Garden Plants for the Low Desert

We have dedicated web pages for over 150 low desert plants that includes details about each plant’s characteristics and the role they play as part of the pollinator web; these pages are part of our Interpretive Trails Project.

PW Interpretive Trails Project – Join Us!

Imagine a world where every garden, school yard, and public space becomes an immersive and educational experience.

A place where nature and knowledge intertwine to create stunning interpretive trails.

With a simple scan using your smartphone, you’ll unlock a whole new level of information and convenience.

No more searching through countless books or websites to find details about your plants.

Not every landscape plant qualifies for the Recommended Plant list, but that doesn’t mean they don’t have a place in your landscape. Some common low desert landscape plants have aesthetic value, but perhaps not so many benefits to native bees or pollinators – these plants are organized under this page.

You can search for a name on this page:

The list of plants that grow in the Southwest and can serve as host or nectar plants can be overwhelming. Selecting plants for your garden is made even more difficult by the dizzying array of plants sold at box stores.

If you’re serious about supporting pollinators, you can whittle down the list by removing plants that have been hybridized for color, plants that take a lot of water to make it through the summer heat, and plants that have been treated with pesticides to increase their beauty and shelf life.

Regarding pesticides, ask a store attendant if they can definitively say that their plants are pesticide free. Unless, of course, the label on the plant explicitly states that no pesticides were used. Neonicotinoid pesticides are especially harmful, and can stay in the plant for a season or more. As an aside, this also means that you shouldn’t use pesticides in your pollinator garden either – here is a list of common pesticides.

Native, Nativar, Cultivar

“Most cultivars, including nativars, are propagated by cloning, so that each plant has the same genetic makeup as the parent plant, and so on. A cloned cultivar has a set genetic package. Sometimes these clones go on to participate in the natural reproductive cycle by cross-pollinating with other true natives, sometimes they do not.”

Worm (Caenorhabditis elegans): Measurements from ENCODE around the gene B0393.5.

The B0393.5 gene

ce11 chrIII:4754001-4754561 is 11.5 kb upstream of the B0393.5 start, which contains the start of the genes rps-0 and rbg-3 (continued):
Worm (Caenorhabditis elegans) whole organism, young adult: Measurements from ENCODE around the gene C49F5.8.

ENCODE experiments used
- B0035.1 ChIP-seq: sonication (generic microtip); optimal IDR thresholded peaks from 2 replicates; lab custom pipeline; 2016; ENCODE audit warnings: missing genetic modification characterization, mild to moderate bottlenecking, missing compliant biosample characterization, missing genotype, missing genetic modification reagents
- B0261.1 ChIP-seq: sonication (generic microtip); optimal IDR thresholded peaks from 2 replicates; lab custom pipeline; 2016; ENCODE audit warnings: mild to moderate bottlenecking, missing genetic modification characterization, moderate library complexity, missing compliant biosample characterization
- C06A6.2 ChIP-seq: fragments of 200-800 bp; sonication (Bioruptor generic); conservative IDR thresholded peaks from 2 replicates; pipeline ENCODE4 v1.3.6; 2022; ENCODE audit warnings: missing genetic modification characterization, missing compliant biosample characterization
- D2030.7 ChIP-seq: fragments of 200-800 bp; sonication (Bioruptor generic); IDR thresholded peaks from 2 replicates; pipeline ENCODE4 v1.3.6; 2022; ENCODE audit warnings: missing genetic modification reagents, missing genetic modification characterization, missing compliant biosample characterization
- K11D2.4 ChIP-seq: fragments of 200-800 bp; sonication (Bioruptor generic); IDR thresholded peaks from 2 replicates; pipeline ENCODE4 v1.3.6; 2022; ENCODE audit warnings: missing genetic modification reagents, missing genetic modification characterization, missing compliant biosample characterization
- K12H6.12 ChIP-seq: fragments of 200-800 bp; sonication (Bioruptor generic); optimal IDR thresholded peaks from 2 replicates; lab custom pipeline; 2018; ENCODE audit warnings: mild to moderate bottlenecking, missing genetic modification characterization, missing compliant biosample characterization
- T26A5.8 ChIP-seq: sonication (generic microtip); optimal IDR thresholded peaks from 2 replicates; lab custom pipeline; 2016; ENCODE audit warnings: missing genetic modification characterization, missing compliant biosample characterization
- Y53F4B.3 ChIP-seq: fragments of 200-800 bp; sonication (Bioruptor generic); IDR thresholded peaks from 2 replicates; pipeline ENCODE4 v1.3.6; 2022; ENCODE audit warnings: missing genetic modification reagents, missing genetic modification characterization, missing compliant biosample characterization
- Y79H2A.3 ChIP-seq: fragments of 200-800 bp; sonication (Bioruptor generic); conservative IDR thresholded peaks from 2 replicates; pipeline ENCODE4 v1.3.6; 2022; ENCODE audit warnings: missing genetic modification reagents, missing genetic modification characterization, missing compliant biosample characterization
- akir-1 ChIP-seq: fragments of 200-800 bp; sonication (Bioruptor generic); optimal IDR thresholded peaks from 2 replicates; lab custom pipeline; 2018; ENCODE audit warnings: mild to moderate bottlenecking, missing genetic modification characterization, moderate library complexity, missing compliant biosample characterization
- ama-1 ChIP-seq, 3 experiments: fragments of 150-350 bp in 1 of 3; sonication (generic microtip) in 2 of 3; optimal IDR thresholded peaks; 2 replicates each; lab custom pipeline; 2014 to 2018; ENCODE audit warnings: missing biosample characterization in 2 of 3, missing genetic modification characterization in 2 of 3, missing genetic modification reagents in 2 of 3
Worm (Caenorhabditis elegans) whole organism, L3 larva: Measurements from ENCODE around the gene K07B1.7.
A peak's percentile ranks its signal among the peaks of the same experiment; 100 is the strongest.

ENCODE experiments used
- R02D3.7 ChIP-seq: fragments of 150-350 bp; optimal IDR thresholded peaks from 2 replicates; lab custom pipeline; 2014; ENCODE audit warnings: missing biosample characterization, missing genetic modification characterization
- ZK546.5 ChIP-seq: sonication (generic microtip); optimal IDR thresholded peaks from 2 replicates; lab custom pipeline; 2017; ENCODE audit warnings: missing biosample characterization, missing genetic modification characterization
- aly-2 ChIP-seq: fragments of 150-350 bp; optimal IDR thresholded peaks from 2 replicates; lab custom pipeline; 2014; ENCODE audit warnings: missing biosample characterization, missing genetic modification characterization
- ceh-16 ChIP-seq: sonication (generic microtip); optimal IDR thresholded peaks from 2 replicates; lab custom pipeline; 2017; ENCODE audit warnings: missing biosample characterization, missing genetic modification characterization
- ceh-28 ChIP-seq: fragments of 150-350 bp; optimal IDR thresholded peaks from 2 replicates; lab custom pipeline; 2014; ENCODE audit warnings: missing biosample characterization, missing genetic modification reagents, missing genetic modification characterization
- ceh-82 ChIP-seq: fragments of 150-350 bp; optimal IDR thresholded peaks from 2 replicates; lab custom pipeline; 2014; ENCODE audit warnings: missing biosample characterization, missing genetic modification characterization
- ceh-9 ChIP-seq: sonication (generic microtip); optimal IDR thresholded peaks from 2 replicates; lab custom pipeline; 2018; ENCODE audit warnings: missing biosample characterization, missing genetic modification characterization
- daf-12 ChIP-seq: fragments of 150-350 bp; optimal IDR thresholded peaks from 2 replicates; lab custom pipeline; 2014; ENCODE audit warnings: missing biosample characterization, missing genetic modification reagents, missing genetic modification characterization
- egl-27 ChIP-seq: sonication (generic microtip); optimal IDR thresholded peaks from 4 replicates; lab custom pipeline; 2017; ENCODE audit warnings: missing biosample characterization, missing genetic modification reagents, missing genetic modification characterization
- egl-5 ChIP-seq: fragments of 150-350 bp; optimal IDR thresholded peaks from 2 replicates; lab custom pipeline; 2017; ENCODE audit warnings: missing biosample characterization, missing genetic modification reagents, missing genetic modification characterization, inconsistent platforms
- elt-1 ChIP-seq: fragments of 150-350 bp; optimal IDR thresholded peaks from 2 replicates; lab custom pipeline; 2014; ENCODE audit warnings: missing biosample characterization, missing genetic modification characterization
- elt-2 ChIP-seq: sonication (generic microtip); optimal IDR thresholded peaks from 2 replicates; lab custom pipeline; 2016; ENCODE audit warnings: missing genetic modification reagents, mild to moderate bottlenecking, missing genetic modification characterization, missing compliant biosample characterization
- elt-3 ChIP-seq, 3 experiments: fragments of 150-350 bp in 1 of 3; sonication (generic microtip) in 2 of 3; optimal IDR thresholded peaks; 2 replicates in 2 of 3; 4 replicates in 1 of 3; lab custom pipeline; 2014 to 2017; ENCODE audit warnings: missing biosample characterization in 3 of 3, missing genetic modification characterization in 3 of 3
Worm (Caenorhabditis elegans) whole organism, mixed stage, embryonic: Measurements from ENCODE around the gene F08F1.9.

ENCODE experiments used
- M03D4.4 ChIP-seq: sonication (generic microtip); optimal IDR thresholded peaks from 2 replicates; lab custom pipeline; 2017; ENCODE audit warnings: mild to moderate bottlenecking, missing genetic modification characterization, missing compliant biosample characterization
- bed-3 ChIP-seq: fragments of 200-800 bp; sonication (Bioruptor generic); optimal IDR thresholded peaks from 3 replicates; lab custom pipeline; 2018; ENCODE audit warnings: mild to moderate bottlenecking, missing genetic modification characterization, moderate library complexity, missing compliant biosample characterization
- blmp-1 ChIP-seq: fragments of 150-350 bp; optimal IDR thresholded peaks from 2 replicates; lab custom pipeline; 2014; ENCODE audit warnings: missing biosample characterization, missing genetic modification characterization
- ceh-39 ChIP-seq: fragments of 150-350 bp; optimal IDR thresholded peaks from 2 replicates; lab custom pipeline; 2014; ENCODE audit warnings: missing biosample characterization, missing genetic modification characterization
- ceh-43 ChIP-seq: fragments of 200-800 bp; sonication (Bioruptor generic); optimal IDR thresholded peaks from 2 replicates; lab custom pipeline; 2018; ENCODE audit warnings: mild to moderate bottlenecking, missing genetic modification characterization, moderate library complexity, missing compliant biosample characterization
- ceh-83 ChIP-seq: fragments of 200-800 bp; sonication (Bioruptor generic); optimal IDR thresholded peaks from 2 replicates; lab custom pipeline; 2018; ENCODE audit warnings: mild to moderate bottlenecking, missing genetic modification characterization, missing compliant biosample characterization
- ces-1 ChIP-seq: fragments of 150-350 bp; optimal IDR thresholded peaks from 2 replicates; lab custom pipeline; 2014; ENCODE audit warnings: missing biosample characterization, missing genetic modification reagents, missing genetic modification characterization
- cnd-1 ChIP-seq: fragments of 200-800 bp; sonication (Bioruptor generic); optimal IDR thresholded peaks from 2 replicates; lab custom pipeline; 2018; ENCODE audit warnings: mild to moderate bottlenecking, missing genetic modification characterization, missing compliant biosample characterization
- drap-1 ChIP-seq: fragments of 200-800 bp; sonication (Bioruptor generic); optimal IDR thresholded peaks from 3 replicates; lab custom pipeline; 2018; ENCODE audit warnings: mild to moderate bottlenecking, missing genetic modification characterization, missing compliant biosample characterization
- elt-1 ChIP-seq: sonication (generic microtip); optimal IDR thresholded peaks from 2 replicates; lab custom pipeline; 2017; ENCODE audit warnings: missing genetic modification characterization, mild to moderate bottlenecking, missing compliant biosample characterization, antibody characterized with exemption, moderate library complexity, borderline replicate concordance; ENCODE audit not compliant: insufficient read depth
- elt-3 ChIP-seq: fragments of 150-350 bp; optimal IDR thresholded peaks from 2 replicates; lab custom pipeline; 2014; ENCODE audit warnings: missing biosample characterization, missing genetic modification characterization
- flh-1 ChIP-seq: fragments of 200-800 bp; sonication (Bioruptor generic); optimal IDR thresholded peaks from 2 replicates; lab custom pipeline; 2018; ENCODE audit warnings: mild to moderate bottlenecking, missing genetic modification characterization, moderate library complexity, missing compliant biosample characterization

MPPH – Maricopa Pollinator Pathway Host Starter Palette
MPPN – Maricopa Pollinator Pathway Nectar Starter Palette
* – Coming Soon

A, B

C, D

E, F, G, H, I, J

K, L, M, N, O

P, Q

  • Paleface Hibiscus (Hibiscus denudatus) Rock Hibiscus, Naked Hibiscus
  • Palo Verde Trees (Parkinsonia spp) Foothill Palo Verde, Little Leaf Palo Verde, Parkinsonia macrophylla, Blue Palo Verde, Parkinsonia florida, Palo Brea, Sonoran Palo Verde, Parkinsonia praecox, Mexican Palo Verde, Parkinsonia aculeata, Desert Museum Palo Verde, Parkinsonia x ‘Desert Museum’
  • *Pam’s Pink Honeysuckle
  • Parish’s Goldeneye (Bahiopsis parishii) Nevada Goldeneye, Parish’s Scrub-Aster, Shrubby Goldeneye
  • Parsley (Petroselinum crispum) – MPPH
  • Passion Vine (Passiflora spp) Passiflora arida, Passiflora arizonica, Passiflora incarnata, Maypop, Passion Flower, Purple Passion Vine, Passiflora foetida
  • Penstemon spp Beardtongues, Beardtongue, Parry’s Penstemon, Firecracker Penstemon, Penstemon eatonii, Penstemon parryi, Jarritos, Red Penstemon, Penstemon barbatus, Scented Beardtongue, Penstemon palmeri, Arizona Penstemon, Penstemon pseudospectabilis, Hill Country Penstemon, Penstemon triflorus
  • Perennial Rockcress (Boechera perennans) Arabis angulata, Arabis arcuata var. perennans, Arabis eremophila, Arabis gracilenta, Arabis perennans, Arabis recondite
  • Pesticide Free Zone (see Specialty tags below)
  • Pineleaf Milkweed (Asclepias linearis) Hierba del Cuervo
  • Pink Fairyduster (Calliandria eriophylla) False Mesquite, Hairy-Leaved Calliandra, Mesquitella, Mock Mesquite, Pink Fairyduster, Pink-flowered Acacia, Pink Mimosa, Stickpea, Huajillo, Mezquitillo, Cosahui, Pelo de Angel, Cabeza de Angel
  • Poppies (Eschscholzia spp) Eschscholzia californica, California poppy, Eschscholzia glyptosperma, Desert Poppy, Eschscholzia mexicana, Mexican gold poppy, Eschscholzia minutiflora, Small-flowered poppy, Eschscholzia cespitosa, Tufted poppy, Goldenpoppy, Amapola, Amapola del Campo, Amarilla
  • Prairie Acacia (Acaciella angustissima) Whiteball Acacia, Fern Acacia, Ocpatl, Prairie Acacia, Prairie Wattle, White Ball Acacia, Whiteball Acacia, Spanish: Guajillo, Day, Cantemó Palo de Pulque, Barbas de Chivo
  • Prickly Pear (Opuntia spp) Engelmann’s Prickly Pear, Indian Fig, Opuntia ficus-indica, Opuntia engelmannii, Santa Rita, Opuntia santa-rita, Plains, Opuntia polycantha, Purple, Opuntia macrocentra, Old Mexico, Opuntia gomei
  • Purple Threeawn (Arstida purpurea) Red Threeawn, Purple Three Awn
  • Queen’s Wreath (Antigonon leptopus) Coral Vine, Confederate Vine, Mexican Coral Vine, Mexican Creeper, Mountain-rose Coralvine, Pink Vine, Queen’s Jewels, Sanmiguelito, Flor de San Miguel, Coronella, Coronillo, Bellissima, Cadeña de Amor

R, S

T, U, V, W, X, Y, Z